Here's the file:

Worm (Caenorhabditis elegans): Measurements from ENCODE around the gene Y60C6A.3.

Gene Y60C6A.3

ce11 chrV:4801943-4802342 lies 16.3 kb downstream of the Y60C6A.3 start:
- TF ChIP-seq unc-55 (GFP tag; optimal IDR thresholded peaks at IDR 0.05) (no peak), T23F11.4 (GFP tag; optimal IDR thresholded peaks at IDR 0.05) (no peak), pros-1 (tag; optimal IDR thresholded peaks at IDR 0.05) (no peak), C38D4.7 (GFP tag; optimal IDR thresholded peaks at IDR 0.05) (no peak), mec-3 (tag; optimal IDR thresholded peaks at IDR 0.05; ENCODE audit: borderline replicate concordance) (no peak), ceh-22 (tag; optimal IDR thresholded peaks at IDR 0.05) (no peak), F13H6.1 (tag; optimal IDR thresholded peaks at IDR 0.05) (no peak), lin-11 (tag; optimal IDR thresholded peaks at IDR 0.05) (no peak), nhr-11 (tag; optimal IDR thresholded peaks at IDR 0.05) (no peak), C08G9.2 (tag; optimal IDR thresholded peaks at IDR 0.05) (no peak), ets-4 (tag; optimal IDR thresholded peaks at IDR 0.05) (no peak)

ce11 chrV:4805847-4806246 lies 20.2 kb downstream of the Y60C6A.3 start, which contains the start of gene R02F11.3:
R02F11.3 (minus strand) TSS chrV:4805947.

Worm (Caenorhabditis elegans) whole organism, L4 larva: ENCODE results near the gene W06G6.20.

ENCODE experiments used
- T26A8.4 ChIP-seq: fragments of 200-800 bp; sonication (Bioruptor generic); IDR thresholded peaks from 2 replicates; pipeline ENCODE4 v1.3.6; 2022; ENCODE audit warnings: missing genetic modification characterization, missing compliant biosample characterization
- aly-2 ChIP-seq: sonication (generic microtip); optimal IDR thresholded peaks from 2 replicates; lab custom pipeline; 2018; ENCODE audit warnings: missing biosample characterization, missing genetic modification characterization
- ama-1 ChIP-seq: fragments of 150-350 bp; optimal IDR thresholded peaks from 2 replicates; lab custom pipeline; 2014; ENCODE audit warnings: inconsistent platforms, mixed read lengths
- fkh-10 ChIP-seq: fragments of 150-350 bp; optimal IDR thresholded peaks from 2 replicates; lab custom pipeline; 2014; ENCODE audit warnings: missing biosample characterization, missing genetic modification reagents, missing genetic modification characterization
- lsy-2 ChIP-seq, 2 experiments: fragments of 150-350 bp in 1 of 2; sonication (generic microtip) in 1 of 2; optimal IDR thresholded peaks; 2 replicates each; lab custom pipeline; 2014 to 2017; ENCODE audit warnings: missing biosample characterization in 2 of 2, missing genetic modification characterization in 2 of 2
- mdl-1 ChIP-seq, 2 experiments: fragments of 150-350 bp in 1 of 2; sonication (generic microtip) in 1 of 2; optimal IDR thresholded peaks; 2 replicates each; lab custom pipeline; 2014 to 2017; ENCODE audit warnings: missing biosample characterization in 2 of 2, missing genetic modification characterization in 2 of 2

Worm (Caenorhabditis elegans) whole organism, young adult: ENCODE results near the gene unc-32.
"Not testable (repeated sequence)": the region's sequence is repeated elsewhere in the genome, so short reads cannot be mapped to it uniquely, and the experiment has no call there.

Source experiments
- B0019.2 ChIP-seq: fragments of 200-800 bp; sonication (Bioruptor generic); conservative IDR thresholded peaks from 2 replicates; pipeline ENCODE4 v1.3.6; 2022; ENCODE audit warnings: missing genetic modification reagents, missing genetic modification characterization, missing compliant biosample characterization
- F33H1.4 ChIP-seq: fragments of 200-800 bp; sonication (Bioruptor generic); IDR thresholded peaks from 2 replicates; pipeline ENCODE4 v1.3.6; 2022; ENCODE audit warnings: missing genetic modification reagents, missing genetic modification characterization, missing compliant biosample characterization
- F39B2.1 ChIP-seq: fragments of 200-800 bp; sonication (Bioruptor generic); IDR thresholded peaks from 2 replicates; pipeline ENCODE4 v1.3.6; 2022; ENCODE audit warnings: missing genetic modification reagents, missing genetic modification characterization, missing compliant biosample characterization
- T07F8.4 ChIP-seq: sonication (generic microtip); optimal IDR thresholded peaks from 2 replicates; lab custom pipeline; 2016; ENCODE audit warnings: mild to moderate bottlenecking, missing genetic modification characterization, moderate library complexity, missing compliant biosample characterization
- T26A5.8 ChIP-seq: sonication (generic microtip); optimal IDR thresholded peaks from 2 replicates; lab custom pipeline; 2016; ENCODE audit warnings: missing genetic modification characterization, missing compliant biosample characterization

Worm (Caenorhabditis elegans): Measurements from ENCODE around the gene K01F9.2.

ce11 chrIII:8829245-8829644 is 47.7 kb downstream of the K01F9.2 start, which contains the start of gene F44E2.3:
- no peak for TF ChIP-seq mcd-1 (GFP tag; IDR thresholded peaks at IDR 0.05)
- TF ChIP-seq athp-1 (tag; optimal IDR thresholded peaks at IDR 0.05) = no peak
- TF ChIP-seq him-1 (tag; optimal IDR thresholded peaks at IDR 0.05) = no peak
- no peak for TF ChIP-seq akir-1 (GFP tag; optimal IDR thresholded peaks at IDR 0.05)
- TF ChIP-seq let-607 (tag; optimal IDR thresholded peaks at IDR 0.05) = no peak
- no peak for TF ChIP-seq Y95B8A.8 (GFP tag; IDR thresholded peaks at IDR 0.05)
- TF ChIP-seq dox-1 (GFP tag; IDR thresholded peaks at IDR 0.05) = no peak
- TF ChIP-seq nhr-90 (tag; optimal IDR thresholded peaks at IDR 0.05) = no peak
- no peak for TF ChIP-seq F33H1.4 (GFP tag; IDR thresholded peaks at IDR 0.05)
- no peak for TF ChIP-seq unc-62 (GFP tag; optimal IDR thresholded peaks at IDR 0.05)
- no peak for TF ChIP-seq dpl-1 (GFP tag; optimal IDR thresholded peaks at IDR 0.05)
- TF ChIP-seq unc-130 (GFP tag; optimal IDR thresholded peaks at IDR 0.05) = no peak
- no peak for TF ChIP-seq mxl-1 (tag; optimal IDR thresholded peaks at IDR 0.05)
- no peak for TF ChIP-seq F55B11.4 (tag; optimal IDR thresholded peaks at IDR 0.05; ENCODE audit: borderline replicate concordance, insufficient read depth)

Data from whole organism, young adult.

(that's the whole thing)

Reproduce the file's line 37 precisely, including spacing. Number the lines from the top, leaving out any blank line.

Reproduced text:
- no peak for TF ChIP-seq mxl-1 (tag; optimal IDR thresholded peaks at IDR 0.05)